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July 17, 2020
In recent weeks, public opinion has moved significantly in favor of Black Lives Matter and more people have taken the view that Black people face discrimination in America. But is there public support for policies that could address that discrimination? FiveThirtyEight's Perry Bacon Jr. and Cal State San Bernardino political science professor Meredith Conroy discuss what the polls can tell us.
Listen to the podcast at “White Democrats are wary of big ideas to address racial inequality.”
High Desert Daily
July 17, 2020
Four Cal State San Bernardino students have been selected for the 2020-21 Mellon Mays Undergraduate Fellowship (MMUF), a two-year program that provides financial support, research mentorship and assistance with graduate school applications, primarily for underrepresented students who intend to pursue a doctorate in the humanities. The main objective of the MMUF grant is to address, over time, the problem of underrepresentation in college and university faculties.
“The Mellon Mays Undergraduate Fellowship is a highly competitive program that provides unique opportunities for students to engage in research and professional development activities as they prepare to apply for Ph.D. programs in the humanities,” said Ryan Keating, faculty coordinator of the Mellon Mays program and associate professor of history. “The process of selecting applicants is extremely difficult due in large part to the excellent work that our undergraduate students are engaged in here on campus.”
Read the complete article at “CSUSB selects its 2020-21 Mellon Mays Undergraduate Fellows.”
IE Business Daily
July 20, 2020
On the surface, the June purchasing managers index for Riverside and San Bernardino counties – published monthly by the Institute of Applied Research and Policy Analysis at Cal State San Bernardino – appears to be a cause for celebration.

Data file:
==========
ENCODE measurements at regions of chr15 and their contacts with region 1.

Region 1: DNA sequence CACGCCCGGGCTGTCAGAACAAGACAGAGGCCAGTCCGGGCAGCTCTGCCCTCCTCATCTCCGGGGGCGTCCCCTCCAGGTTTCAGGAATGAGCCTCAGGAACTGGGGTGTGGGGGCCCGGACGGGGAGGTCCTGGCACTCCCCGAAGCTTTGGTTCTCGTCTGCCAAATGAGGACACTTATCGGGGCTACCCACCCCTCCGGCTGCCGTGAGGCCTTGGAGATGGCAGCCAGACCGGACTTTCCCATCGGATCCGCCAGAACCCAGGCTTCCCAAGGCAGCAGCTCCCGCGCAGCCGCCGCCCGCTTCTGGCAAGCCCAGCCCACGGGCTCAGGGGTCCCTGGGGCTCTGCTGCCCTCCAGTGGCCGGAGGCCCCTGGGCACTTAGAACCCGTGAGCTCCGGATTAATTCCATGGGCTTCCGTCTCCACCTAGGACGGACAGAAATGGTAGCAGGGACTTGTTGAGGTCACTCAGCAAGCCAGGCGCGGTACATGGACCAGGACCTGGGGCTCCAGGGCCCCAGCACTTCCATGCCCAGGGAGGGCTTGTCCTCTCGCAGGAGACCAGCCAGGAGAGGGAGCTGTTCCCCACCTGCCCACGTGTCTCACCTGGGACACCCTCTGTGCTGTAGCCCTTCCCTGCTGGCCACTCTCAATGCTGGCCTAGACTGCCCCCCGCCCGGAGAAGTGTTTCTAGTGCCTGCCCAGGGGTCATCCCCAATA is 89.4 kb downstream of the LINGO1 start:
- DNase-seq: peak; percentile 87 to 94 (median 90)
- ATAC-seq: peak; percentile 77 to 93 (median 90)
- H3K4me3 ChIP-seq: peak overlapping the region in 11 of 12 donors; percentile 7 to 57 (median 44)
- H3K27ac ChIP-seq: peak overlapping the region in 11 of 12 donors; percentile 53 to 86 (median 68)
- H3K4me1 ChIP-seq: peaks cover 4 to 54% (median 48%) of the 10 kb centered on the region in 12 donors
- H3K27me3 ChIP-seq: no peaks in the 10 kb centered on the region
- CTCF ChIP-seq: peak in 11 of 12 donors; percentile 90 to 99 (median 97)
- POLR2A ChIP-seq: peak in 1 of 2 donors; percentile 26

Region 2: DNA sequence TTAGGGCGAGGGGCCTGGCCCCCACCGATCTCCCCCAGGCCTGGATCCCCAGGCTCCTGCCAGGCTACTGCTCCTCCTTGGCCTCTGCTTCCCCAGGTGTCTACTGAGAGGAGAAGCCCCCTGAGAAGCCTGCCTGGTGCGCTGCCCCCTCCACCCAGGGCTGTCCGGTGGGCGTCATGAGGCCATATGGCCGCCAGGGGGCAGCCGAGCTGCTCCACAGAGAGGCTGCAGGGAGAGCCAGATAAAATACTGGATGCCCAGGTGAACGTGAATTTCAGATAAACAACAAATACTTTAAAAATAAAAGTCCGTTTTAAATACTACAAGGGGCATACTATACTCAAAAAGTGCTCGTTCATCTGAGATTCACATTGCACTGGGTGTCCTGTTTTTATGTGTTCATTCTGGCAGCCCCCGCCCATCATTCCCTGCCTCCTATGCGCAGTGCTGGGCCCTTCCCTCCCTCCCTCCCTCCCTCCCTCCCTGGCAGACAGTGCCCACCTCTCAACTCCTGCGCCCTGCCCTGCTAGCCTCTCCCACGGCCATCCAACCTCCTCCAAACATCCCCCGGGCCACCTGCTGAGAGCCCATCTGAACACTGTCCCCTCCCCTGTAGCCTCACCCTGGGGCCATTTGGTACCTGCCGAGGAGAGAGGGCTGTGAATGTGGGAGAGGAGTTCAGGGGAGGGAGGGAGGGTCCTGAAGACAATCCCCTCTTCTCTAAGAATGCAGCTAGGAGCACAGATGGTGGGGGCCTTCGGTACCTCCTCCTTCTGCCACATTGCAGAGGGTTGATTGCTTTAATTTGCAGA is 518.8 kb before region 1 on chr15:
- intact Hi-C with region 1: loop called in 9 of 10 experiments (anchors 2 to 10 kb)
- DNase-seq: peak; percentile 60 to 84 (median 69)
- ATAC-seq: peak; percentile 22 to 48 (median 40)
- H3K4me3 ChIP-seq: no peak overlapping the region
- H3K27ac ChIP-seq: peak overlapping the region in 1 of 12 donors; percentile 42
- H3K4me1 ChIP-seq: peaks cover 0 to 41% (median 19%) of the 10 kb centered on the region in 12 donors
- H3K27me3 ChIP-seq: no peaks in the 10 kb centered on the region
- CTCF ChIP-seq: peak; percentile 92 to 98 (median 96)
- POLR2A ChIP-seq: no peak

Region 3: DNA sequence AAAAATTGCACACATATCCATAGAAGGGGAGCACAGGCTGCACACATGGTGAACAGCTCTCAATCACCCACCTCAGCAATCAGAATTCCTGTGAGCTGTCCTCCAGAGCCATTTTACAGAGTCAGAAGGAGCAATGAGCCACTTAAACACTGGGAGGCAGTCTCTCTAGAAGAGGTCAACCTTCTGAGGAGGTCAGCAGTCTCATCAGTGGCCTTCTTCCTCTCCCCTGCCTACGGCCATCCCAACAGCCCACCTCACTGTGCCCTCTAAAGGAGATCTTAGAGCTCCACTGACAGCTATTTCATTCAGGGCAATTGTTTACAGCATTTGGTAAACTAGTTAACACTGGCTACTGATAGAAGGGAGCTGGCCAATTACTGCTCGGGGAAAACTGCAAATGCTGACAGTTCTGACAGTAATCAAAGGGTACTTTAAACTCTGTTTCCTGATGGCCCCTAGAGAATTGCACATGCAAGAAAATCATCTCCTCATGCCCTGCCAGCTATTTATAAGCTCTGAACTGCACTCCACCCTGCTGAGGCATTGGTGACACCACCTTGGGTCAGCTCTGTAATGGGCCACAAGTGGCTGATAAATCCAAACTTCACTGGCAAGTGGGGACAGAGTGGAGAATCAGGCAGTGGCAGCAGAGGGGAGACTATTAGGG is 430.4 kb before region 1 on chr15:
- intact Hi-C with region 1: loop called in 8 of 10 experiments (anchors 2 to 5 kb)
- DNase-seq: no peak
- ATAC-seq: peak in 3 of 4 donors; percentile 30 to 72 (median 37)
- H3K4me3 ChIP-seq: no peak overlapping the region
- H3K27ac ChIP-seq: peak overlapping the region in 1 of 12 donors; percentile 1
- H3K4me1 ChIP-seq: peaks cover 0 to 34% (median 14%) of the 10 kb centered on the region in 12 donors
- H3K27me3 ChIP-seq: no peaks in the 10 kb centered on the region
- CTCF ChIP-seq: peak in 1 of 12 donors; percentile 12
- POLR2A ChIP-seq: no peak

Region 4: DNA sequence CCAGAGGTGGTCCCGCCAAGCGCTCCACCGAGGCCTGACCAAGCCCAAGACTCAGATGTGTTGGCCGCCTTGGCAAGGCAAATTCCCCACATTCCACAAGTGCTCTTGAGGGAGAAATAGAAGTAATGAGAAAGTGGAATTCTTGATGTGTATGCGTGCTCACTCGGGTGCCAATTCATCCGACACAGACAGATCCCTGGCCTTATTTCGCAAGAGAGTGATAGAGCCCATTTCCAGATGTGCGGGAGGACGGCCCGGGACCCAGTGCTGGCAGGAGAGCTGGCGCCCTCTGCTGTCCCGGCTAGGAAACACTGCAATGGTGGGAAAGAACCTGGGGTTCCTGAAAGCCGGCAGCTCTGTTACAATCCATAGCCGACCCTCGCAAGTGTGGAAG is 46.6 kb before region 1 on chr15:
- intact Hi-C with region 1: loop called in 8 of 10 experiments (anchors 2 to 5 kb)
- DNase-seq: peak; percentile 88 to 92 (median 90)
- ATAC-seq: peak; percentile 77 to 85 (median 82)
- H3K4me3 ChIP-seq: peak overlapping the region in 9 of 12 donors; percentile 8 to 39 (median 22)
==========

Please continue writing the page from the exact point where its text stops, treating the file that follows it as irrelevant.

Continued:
At the very least, it’s a reason to be somewhat optimistic about the short-term future of the Inland Empire’s manufacturing sector.
The index, which measures whether manufacturing output in the two-county region is expanding or contracting, was 55.7 last month, seemingly a remarkable number considering the state of the economy; 50 or above means it’s expanding, below 50 means it’s getting smaller.
So is the Inland Empire manufacturing sector close to being back to normal? Despite those positive numbers, the answer to that question is probably no, said Barbara Sirotnik, director of the institute and co-author of the report.
“I’d like to think that all of this is good news, but I’m really not sure that it is,” Sirotnik said. “It’s good that inventories and employment are up, but we’ve also had some closures, and that’s not good moving forward.”
Sirotnik called the June index “a regression to the mean,” a statistical expression that means extreme data will be closer to normal the second time it’s measured because all data evens out over time.
“Considering that the PMI registered record lows in April, it was not surprising to see somewhat of a rebound in May and again in June as purchasing managers compared current activity to the dismal activity in previous months,” Sirotnik wrote in the report. “In other words, we are not out of the woods yet.”
Read the complete article at “June report on Inland manufacturing good, but may not be sign of recovery.”
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